Henry V has been praised by many scholars as a vigorous portrayal of one of England's most popular national heroes. From the early nineteenth century to the present, the central issue for critics has been the character of the king and whether he represents Shakespeare's ideal ruler. While this debate has continued in recent decades, modern commentary has increasingly explored both Henry's positive and negative attributes. Although the personality of the king has attracted significant criticism, commentators have also shown renewed interest in Shakespeare's attitude toward patriotism and war, and the play's epic elements, particularly his use of the Chorus.
A majority of modern critics have concentrated on the character of Henry V and have been divided over whether Shakespeare intended to portray Henry as an ideal monarch and military hero or as a ruthless plotter. Michael Manheim has represented both views in stating, "Henry is intended to be a successful, admirable, and heroic figure" while simultaneously being "as consummate a Machiavel as any king" represented in the tetralogy. Although earlier critics have condemned Henry for his self-interestedness, brutality, and lack of emotion, some modern commentators have praised him for his piety, heroism, and statesmanship. For example, Zdenĕk Str̆íbrný has applauded "magnanimity, modesty, bravery, coolness and high spirits in the face of danger," and has called him "the most voluminous of all Shakespeare's characters." M. M. Reese has further noted that, "If in the play [Henry's] virtues seem to be superhuman, this does not invalidate the seriousness of Shakespeare's purpose nor, within the restrictions imposed by his medium, the success of his execution." One of the most significant issues debated by commentators remains whether Henry embodies Shakespeare's ideal king. Some other critics have cited the use of irony and death imagery in the play as indicative of Shakespeare's lack of compassion for the central character; C. H. Hobday has asserted that these recurrent images "suggest that, whatever Shakespeare may say about Henry, in his heart he regarded him as a murderer." However, other scholars have maintained that Shakespeare sought to present Henry as the ideal hero, one who reflects the Elizabethan notion of a perfect monarch. Discussing the play in historical context, G. P. V. Akrigg has commented, "If Shakespeare had presented the real Henry with all his aspects, including his limitations, his occasional craftiness and slightly nauseating sanctimony, he might have provoked the most notable riot in the history of the Elizabethan theatre." In emphasizing the complexity of Henry's character, W. L. Godshalk has observed that "Henry's inability to accept responsibility& is both his political strength and his personal weakness," and has concluded that this characteristic makes him both "the perfect Christian king and the Machiavellian manipulator."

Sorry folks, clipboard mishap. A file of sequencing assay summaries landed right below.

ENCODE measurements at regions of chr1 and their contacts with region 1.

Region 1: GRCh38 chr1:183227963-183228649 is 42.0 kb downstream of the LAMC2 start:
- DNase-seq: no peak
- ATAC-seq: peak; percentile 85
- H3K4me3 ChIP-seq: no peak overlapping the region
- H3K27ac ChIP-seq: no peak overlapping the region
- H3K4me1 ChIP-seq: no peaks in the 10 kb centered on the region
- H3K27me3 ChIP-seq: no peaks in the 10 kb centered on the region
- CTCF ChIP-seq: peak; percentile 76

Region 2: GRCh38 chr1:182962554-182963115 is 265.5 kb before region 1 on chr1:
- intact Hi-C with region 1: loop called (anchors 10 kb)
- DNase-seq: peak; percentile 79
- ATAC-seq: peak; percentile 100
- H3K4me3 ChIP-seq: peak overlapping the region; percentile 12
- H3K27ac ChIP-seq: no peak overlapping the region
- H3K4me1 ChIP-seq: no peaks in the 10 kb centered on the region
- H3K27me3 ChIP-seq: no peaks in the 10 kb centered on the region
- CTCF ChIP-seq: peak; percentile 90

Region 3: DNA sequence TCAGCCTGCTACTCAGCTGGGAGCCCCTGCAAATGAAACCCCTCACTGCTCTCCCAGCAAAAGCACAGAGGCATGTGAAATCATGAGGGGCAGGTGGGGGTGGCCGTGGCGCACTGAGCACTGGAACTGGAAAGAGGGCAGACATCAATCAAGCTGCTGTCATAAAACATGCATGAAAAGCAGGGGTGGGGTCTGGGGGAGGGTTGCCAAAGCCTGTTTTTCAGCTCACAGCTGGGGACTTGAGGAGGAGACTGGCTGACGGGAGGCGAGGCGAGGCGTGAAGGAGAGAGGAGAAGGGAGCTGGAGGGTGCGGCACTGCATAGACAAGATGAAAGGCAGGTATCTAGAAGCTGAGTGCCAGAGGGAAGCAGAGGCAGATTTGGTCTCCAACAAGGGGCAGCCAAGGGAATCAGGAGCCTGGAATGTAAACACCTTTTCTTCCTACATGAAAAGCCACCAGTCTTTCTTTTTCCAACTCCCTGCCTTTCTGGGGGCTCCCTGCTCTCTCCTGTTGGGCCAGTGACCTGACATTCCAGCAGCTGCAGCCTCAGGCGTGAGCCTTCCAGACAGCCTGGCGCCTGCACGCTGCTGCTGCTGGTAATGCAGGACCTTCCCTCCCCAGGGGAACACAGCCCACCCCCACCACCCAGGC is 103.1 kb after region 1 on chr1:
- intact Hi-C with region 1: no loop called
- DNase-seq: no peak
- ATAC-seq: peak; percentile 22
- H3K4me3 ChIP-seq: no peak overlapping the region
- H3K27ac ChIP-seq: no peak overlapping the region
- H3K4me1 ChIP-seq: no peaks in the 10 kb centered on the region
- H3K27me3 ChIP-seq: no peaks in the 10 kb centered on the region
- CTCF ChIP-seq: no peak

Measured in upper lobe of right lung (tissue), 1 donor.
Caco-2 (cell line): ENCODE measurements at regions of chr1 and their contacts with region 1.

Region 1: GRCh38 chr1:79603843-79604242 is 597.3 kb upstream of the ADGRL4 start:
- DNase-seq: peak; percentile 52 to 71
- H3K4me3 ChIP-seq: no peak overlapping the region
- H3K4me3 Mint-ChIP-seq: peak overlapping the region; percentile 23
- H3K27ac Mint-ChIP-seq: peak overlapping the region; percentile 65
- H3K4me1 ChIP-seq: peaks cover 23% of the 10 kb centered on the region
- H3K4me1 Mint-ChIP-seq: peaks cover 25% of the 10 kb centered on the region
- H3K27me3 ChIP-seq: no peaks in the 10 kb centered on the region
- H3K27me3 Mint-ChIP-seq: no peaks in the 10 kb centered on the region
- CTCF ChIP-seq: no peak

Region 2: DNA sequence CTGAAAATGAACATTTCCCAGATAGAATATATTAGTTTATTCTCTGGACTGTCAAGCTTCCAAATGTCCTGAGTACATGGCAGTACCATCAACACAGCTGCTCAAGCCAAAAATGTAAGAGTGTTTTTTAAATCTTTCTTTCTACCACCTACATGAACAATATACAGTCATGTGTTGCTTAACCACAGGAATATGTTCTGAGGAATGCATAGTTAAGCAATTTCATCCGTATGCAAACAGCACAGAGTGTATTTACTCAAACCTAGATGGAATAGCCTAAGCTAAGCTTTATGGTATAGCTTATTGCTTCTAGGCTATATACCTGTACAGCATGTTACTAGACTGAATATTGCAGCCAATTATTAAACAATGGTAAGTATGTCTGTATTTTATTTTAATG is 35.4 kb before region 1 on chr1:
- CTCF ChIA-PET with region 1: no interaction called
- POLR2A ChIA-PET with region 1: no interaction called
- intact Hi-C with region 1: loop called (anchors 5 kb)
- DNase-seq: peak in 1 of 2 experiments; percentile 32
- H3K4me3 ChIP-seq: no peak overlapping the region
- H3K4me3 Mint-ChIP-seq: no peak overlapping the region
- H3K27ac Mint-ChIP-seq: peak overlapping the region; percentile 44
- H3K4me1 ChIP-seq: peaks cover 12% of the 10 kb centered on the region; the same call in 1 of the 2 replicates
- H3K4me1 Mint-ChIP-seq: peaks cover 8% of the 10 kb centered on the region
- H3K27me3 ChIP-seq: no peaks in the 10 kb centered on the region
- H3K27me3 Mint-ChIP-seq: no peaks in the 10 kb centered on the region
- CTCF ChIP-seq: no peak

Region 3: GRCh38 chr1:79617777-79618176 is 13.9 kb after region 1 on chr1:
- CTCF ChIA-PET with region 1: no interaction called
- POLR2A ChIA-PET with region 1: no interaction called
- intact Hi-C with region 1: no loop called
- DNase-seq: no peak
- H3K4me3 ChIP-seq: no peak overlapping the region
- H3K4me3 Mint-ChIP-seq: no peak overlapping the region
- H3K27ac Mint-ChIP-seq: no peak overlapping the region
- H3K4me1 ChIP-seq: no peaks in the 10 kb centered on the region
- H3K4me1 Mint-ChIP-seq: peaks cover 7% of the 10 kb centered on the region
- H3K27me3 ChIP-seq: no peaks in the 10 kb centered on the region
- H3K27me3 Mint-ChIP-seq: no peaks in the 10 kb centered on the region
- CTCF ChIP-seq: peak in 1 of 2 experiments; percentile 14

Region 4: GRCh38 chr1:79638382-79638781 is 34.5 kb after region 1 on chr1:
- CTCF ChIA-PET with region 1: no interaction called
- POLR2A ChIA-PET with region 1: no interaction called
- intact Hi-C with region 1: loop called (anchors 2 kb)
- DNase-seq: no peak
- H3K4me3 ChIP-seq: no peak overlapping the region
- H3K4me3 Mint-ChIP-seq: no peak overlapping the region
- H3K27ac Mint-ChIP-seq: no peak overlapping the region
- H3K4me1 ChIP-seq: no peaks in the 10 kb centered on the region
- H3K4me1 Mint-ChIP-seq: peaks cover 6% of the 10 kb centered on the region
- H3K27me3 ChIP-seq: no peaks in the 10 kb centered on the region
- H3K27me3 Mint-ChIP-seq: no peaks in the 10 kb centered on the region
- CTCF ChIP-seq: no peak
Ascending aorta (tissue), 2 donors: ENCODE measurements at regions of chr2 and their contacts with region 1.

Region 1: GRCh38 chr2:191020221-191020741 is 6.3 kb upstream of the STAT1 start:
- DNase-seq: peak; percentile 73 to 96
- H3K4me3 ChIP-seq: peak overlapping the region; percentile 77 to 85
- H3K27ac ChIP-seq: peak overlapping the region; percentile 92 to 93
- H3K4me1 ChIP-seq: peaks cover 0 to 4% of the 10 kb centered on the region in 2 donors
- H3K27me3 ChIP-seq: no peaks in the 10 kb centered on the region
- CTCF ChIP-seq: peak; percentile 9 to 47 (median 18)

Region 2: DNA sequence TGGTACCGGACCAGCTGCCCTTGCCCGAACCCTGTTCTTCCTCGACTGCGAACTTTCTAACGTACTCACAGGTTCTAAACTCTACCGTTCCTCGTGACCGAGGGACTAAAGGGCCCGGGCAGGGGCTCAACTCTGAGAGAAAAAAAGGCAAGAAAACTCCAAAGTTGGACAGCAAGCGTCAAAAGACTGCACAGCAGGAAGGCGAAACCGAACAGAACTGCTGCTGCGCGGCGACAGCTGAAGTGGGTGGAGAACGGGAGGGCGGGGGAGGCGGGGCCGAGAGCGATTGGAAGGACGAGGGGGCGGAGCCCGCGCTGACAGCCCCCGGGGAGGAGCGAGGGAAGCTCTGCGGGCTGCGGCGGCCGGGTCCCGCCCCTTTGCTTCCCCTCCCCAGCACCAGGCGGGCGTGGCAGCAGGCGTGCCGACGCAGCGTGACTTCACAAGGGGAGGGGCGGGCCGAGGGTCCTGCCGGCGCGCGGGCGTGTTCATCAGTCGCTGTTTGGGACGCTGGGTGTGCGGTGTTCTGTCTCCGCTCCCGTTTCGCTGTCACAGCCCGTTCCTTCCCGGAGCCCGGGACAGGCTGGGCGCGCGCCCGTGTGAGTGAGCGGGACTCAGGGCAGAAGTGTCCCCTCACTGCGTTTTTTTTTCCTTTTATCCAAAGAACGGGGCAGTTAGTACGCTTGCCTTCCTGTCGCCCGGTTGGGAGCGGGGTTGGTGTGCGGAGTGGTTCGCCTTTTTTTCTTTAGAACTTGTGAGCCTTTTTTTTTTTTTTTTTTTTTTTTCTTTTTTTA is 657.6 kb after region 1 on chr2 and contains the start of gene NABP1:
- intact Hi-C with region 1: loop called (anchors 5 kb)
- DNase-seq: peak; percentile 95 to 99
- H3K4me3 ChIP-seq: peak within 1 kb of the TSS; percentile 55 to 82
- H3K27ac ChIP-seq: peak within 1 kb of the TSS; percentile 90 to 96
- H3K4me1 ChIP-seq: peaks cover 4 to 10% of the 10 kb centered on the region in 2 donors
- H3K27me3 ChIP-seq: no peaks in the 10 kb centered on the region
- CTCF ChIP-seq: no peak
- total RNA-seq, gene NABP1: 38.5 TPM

Many twentieth-century critics have also explored the pervasive concern with war and patriotism in Henry V. Herbert R. Coursen, Jr. has maintained, "Henry V is not so much concerned with patriotism as with the price of patriotism," arguing that Henry finally becomes controlled by the role he has assumed. Focusing on the interaction between structure and theme in the play, Larry S. Champion has noted, "Shakespeare develops a stylized and highly patriotic theme throughout the three movements of the plot: the preparation for war, the combat itself, and the concluding of the peace." Anthony S. Brennan, analyzing Henry's return home in the last act, has written, "The description by the Chorus of Henry's reception in London not only crowns the patriotic fervor which has built up throughout the play but also neatly rounds off the preoccupation with war by a celebration of the return to peace." In addition, scholars have praised Shakespeare's accurate portrayal of Renaissance warfare through his use of specific details such as the slaughter of the prisoners and threats of plundering, sacking, and burning. Gordon Ross Smith has remarked, "Taken altogether, with its kings and nobles, captains, and commoners of varying merits, Shakespeare's Henry V is a public and semi-official portrait of a nation at war."